1. Westerterp-Plantenga MS, Nieuwenhuizen A, Tomé D, Soenen S, Westerterp KR. Annu Rev Nutr 2009; 29:21-41.
  2. Johnstone AM, Horgan GW, Murison SD, Bremner DM, Lobley GE. Am J Clin Nutr 2008; 87(1):44-55.
  3. Due A, Toubro S, Skov AR, Astrup A.. Int J Obes Rel Metab Disord 2004; 28(10):1283-90.
  4. Russell WR, Gratz SW, Duncan SH, Holtrop G, Ince J, Scobbie L, Duncan G, Johnstone AM, Lobley GE, Wallace RJ, et al.. Am J Clin Nutr 2011; 93(5):1062-1072.
  5. Clifton P. Brit J Nutr 2012; 108:122–129.

Medical Research: What are the main findings?
Response:

  • Over the two weeks, subjects lost similar amounts of weight, on average 2.41 and 2.27 kg on the vegetarian high-protein weight loss and meat based high-protein weight loss diets respectively, with similar reduction in fat-mass and preservation of fat-free mass, due to the high protein component.
  • The vegetarian high-protein weight loss had a similar impact on appetite and motivation to eat as the meat based high-protein weight loss diet.
  • Blood biomarkers improved with weight loss for both high protein diets (plasma cholesterol, low density lipoproteins (LDL), high density lipoproteins (HDL), triglycerides and glucose)
  • There was a greater reduction in total cholesterol with the plant based diet for cholesterol and LDL cholesterol. This finding could be attributed to the composition of vegetarian source of protein (soya), (i.e. fibre, phytochemicals, and other micro and macro nutrients).

Medical Research: What should clinicians and patients take away from your report?

Response: Since appetite control and weight loss was similar in both weight loss diets, vegetarian meals are acceptable to  include in a high-protein moderate carbohydrate weight loss diet. In this context, the diets were 30% protein, 30% fat and 40% carbohydrate from energy. A diet that contains mixed sources of protein is acceptable, to feel fuller for longer during calorie restriction for weight loss.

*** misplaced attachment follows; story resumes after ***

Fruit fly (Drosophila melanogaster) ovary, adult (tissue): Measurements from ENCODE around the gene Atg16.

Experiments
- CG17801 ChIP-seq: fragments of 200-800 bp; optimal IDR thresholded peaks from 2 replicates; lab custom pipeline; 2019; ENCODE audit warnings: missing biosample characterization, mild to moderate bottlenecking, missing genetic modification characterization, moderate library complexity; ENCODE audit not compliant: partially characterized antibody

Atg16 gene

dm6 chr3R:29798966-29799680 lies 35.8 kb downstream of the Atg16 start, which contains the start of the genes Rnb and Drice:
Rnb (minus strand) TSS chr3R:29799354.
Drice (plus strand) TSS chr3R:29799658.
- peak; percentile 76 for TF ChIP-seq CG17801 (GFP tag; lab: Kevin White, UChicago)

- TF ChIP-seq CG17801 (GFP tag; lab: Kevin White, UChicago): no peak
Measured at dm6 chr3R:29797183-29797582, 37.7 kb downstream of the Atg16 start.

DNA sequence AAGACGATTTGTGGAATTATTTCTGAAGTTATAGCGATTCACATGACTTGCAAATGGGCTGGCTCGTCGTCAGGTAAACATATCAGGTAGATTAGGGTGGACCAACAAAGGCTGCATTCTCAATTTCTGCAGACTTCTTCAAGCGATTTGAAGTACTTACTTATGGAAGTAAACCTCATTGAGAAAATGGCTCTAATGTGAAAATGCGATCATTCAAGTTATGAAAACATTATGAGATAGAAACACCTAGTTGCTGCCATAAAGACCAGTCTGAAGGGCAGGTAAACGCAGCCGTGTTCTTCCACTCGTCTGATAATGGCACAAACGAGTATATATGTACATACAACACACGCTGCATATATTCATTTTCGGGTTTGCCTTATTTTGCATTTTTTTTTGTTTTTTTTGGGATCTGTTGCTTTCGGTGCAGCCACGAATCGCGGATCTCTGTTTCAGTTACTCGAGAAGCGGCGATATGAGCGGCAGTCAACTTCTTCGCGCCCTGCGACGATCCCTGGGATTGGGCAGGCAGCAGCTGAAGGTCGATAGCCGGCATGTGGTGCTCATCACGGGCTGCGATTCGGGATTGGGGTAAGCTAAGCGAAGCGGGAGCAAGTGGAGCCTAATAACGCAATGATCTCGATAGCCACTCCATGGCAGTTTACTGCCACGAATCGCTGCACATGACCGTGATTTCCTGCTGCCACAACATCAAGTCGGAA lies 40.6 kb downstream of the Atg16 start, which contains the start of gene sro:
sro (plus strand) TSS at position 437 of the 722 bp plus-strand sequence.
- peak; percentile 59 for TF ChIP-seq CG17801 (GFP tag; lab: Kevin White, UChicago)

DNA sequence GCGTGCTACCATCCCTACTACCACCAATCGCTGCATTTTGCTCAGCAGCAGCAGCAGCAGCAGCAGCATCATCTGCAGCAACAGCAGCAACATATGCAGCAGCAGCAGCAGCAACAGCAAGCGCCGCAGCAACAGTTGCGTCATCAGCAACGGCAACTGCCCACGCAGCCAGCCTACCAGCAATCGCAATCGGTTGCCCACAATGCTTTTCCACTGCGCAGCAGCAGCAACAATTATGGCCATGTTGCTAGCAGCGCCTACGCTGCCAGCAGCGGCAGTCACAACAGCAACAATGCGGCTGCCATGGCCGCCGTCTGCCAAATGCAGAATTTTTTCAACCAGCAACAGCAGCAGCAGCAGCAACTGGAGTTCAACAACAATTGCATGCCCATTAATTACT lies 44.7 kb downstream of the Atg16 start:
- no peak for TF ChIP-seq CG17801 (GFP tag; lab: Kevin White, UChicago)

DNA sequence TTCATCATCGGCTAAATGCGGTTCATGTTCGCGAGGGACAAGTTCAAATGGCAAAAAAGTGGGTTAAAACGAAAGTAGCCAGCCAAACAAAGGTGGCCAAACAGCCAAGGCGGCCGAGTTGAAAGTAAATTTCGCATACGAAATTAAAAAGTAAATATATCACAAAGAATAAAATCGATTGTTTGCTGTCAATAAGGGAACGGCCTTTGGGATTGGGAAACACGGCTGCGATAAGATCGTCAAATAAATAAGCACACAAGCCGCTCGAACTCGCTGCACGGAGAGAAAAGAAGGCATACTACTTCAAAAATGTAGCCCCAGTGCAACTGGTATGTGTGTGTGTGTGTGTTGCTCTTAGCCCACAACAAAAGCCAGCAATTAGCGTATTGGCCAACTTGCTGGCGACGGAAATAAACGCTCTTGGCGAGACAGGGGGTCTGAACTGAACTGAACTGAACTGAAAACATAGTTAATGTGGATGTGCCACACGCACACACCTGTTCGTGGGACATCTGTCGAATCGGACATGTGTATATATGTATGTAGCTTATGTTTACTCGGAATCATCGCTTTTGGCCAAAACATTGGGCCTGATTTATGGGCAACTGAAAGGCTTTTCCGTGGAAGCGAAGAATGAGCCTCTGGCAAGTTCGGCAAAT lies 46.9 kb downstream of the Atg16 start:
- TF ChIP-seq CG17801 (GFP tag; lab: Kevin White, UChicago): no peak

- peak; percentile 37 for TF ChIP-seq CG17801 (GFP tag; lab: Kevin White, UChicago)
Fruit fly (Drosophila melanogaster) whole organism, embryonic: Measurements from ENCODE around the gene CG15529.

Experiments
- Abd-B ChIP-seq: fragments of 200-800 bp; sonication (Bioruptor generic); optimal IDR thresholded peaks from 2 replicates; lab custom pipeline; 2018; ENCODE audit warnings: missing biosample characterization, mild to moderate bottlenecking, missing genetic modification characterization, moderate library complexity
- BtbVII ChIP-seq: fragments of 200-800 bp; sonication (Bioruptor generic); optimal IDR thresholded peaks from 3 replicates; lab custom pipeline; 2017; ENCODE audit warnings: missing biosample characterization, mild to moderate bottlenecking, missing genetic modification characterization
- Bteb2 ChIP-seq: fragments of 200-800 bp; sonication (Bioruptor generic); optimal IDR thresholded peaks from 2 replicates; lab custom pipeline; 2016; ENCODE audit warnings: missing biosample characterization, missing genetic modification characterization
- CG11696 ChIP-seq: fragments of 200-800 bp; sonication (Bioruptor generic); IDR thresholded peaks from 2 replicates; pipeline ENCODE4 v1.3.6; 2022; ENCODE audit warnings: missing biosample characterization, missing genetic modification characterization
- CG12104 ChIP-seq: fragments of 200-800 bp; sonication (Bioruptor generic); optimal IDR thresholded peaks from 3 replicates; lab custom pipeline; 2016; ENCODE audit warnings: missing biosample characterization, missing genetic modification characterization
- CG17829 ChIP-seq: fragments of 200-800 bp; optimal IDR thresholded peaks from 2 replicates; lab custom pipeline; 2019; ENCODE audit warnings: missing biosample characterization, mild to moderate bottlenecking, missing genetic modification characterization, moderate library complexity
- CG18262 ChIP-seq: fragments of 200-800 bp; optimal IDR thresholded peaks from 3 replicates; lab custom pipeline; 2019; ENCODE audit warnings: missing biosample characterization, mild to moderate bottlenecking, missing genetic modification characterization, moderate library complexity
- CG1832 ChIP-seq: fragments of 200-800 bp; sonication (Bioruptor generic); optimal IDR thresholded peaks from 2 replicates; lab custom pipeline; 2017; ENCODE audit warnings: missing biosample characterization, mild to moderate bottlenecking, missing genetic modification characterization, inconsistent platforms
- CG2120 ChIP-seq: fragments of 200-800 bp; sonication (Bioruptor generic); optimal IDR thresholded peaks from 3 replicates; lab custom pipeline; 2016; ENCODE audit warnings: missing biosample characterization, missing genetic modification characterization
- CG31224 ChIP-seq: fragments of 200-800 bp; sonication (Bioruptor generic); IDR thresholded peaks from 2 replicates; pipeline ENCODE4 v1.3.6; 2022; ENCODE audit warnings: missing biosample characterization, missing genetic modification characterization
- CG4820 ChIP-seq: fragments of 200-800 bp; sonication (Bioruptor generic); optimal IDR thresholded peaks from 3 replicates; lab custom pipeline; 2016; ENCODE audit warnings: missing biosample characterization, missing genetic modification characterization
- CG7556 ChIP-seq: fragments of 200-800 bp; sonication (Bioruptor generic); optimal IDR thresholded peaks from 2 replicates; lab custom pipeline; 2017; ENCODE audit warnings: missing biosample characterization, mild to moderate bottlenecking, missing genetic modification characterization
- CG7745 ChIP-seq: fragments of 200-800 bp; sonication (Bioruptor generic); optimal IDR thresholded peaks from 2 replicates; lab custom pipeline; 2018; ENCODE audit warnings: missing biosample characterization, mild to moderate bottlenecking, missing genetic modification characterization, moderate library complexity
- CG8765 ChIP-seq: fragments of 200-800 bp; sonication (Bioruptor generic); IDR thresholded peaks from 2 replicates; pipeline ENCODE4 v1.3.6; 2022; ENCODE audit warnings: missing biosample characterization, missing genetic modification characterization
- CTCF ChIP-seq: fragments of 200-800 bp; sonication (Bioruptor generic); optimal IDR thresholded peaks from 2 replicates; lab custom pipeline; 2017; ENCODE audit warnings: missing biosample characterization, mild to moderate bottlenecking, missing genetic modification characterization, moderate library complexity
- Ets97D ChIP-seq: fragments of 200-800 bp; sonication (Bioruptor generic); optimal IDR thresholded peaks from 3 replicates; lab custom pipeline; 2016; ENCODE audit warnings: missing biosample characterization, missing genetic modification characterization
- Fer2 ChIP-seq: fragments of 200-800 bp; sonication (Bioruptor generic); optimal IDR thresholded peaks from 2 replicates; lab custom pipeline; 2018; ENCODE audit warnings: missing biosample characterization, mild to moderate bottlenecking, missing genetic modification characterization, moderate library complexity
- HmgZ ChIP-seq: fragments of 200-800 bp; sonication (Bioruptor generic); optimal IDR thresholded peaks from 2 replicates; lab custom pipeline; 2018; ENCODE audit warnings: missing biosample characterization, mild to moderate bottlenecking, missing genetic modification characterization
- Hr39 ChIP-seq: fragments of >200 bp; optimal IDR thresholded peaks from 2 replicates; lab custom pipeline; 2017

Medical Research: What recommendations do you have for future research as a result of this study?

Response: Alternative plant sources of protein in the context of weight loss is of interest to achieve a healthy body weight but also sustainable sources for the environment. Also the role of dietary protein with carbohydrate in promoting body weight maintenance after weight loss.

Read more here about our research on sustainable protein :  http://www.abdn.ac.uk/rowett/research/strategic-partnership.php

Citation:

Research presented at the Association for the Study of Obesity (ASO) in London, UK

 

MedicalResearch.com Interview with: Dr. Alex Johnstone PhD, Rowett Institute of Nutrition and Health, & Aberdeen (2015). Vegetarian Protein Sufficient For Appetite Control and Weight Loss 

Weight Loss May Be Better For Bone Health in Obese Men

Sue Shapses, PhD Professor, Department of Nutritional Sciences Acting Chair, Department of Exercise Sciences and Sports Studies Rutgers, The State University New Brunswick, NJ 08901-8525MedicalResearch.com Interview with:
Sue Shapses, PhD

Professor, Department of Nutritional Sciences
Acting Chair, Department of Exercise Sciences and Sports Studies Rutgers, The State University
New Brunswick, NJ 08901-8525

MedicalResearch: What is the background for this study?